Lama Temple

This weekend was pretty packed full of sightseeing (aren’t they all) so I’m going to split it into two different posts. On Saturday we took the subway to the Lama Temple. The subway here is so easy to get and very very cheap. It seems daunting at first but all the signs have English translations too, and journeys cost 2-5 RNB (about 20-50p) depending on how far you go. The one downside is that it does take quite a long time because Beijing is such a huge city so it’s ages between stops.

I think Saturday had to be one of the hottest days since I got here. No joke, I was actually sweating before I left the courtyard where I live, it was DISGUSTING. It’s not so bad when you just suck it up and accept that you’re going to be sweaty and gross all day, however we were meeting the CEO of the company I’m interning at for dinner in the evening. Safe to say by the time we arrived we were all pretty gross.

The Lama Temple is a working temple in the centre of Beijing. As you can see from the photos above, the colours and building style are the traditional ones which they also used in places like the forbidden city. It generally did have a very similar feel to the forbidden city, just on nowhere near the same scale so it was much more manageable.

As we walked in we were instantly greeted by clouds of fragrant smoke, pouring out of the huge incense pots in front of the first building. People were clustered round large candles to either side, lighting the incense. In the centre was a padded surface to kneel before the altar with several people praying with their incense sticks.

In my time in Asia I have been to many temples for many different religions in many different countries, but it still never fails to amaze me how beautiful they are and how devoted people are to their religion. I find it absolutely fascinating seeing people worshipping and the differences in customs. I must admit, I don’t really understand most of what’s going on, but I think as long as you stay being respectful and follow the examples set by others around you then it’s all okay. One of the things that amazes me the most is the statues. The gold contrasts the colours of all the fabrics that adorn them so vividly, and the way they dominate the room and gaze down at you from their heights is something that I still find incredible. The amount of work and dedication that goes into every little detail really is inspiring and mind-blowing to think about.

lama temple statue

The last building of the temple complex houses the most impressive statue of them all. The picture above really doesn’t do it justice, it was absolutely HUGE. The folds of gold just seemed to go on and on, and there was so much detail put into the crown and the surrounding room.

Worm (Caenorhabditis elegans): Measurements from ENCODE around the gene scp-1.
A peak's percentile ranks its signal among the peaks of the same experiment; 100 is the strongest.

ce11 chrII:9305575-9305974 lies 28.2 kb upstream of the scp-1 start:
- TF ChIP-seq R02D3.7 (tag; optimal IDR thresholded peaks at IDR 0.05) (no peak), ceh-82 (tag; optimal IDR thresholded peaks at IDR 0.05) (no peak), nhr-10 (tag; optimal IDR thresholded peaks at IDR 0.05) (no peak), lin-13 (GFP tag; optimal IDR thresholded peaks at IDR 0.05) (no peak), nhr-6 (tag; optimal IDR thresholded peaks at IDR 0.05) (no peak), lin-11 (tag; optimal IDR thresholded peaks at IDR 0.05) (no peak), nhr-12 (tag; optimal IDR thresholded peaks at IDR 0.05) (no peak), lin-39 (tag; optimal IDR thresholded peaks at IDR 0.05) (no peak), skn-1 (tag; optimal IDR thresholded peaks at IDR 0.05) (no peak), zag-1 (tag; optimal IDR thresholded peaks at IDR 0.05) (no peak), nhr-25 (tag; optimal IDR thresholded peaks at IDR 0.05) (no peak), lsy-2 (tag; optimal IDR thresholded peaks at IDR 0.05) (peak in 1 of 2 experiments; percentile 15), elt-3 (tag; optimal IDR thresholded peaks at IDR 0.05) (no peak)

Red Brick Art Gallery

This was somewhere I was quite excited because it is so close to where I’m staying and I’d heard it was great. At the minute the gallery is showing the work of the artist Olafur Eliasson. Eliasson was born in 1967 and grew up in Iceland and Denmark, before moving to Berlin and founding the Studio Olafur Eliasson. Eliassons work focuses on perception, movement and experience. From my own personal perspective, I felt that his work contained strong influences of nature and the physics of the world that we live in. He aims for his work to be relevant in society, so many of them have references to sustainability and climate change.

One of the initial things that caught my attention was the sheer size and scale of the work. Eliasson’s pieces span huge spaces within the gallery and often there is a singular piece that completely dominates the space. He is also very keen on playing with light and mirrors, and several of the pieces revolves around this theme.

In the second room was a piece called water pendulum, featuring a hose suspended from the ceiling and allowed to spin and twist erratically; contorting and sending out jets of water and perfect arches; whilst strobe lights flash and illuminate the patterns of the water. The whole effect is that of a intricate, uncontrolled dance.

In another room was a light source at the centre of a metal, bird-cage like structure that cast huge shadows over the wall. The way the piece and the light it produced envelopes the whole room was particularly atmospheric. And the shadows meant you could engage with the space and play with the light and shadows. It really challenges the role we play as people in the world, and how our simple presence can alter it dramatically.

The space in the gallery also extended to the outside with a beautiful garden. I thought the whole gallery space was fantastic for an exhibition like this as the indoor and outdoor space has been utilised so well.

Overall I was so glad as I went as it helped me to discover the work of an artist who I am truly inspired by. I love the scale of the works and the fact you can immerse yourself in them. I love the clever manipulation of light and shapes; and the way he has thought about the refraction and reflection alongside this. I would definitely recommend this exhibition. It just cemented for me that China has such an exciting and diverse art scene that is definitely worth exploring.

798 art district